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Swinburne flicks switch on $AU3 million GPU

120 teraflop, 757-GPU gSTAR is astronomers' new toy

Internet Security Threat Report 2014

Swinburne University has brought a new 120 teraflop GPU-based supercomputer from SGI to help cope with astronomers' ever-increasing need for lots of computing power.

The 636 Intel GPU, 121 NVIDIA GPU, quad-InfiniBand machine, gSTAR, is one of just six similar grunt-boxes in Australia. The power boost over Swinburne’s previous capacity means, according to the university, that the three years’ worth of computing that eventually turned up the diamond planet could “be done in one week”.

As Professor Warwick Couch, head of the Swinburne Centre for Astrophysics and Supercomputing, notes, GPU-based supercomputers are going to be important to cope with the coming data deluge from new instruments.

"GPUs will make a major contribution to processing data from new optical and radio telescopes, such as SkyMapper in NSW and the Australian Square Kilometre Array Pathfinder in Western Australia," he said.

Swinburne footed $AU1.9 million of the bill, with the federal government tipping in just over $AU1 million.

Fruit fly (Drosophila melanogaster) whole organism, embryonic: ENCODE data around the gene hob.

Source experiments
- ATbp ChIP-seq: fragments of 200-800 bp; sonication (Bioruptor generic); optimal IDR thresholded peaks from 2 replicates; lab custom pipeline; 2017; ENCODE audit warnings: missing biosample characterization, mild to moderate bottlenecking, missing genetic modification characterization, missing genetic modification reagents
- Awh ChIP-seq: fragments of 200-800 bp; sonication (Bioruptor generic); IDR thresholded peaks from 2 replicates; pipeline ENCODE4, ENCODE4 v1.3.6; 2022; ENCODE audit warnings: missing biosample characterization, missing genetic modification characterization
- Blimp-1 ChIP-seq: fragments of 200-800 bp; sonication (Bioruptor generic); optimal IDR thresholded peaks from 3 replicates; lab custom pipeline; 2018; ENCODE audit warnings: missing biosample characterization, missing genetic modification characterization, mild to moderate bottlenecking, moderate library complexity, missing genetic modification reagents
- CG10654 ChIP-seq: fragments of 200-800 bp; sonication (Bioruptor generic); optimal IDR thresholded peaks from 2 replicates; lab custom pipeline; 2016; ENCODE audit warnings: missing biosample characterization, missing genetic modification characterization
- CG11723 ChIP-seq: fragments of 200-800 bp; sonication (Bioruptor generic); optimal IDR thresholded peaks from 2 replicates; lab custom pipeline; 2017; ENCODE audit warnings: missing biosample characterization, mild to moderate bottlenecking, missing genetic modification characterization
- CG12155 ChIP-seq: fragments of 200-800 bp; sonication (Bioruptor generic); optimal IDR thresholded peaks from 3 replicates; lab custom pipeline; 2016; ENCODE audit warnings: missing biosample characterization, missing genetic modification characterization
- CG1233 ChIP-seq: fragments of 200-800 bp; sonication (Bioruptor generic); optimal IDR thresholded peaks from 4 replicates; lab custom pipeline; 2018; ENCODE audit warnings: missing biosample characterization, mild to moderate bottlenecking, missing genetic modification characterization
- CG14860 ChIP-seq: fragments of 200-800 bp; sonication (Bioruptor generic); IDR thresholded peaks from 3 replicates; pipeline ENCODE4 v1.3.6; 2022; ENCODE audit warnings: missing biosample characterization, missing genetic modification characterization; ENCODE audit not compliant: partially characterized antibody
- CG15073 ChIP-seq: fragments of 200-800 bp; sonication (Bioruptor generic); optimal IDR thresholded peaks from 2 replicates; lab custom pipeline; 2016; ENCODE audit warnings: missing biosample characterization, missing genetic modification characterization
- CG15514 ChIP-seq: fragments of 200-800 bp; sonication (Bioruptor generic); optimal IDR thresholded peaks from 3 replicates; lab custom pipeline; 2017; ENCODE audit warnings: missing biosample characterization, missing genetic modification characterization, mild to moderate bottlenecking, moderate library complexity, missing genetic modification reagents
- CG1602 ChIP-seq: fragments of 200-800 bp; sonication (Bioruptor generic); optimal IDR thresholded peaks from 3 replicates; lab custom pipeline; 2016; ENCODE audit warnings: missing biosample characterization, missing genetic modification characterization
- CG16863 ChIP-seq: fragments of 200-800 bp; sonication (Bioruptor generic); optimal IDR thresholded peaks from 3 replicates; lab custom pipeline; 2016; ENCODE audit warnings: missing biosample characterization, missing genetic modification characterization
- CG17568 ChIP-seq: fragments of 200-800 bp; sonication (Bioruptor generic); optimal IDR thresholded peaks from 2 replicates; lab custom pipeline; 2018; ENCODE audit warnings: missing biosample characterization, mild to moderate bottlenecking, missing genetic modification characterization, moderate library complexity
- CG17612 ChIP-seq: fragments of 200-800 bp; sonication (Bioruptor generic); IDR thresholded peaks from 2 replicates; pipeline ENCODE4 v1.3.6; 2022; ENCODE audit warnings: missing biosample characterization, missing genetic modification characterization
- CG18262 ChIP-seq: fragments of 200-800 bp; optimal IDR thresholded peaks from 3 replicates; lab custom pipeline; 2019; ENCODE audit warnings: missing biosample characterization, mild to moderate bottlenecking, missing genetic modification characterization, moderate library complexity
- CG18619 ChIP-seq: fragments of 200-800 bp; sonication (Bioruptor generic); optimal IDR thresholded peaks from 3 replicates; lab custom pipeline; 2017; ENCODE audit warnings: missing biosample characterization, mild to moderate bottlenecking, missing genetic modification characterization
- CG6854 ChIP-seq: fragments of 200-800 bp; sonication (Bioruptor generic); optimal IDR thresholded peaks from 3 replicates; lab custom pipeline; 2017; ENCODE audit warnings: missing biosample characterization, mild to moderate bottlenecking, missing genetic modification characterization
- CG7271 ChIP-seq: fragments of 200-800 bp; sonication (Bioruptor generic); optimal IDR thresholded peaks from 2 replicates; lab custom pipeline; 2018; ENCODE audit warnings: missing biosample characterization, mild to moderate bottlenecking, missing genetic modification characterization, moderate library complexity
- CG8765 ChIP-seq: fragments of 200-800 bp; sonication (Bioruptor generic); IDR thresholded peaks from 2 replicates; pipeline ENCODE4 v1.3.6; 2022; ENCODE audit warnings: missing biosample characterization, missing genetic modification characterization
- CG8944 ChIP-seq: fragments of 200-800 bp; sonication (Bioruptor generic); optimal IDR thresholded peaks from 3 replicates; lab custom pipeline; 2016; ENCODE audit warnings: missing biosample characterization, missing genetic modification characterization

Australia is currently undergoing something of a science-driven supercomputing boom, with the Pawsey Centre gearing up for this country’s chunk of the SKA project, and the VLSCI in Melbourne soon to light up its BlueGene supercomputer*.

Meanwhile, Fujitsu has been signed to provide a new 1.2 Petaflop powerhouse for the Australian National University. To be installed as part of the National Computational Infrastructure facility, the machine will also be used by CSIRO and the Bureau of Meteorology. ®

*Note: incorrectly identified in an earlier version of this story as iVEC.

Internet Security Threat Report 2014

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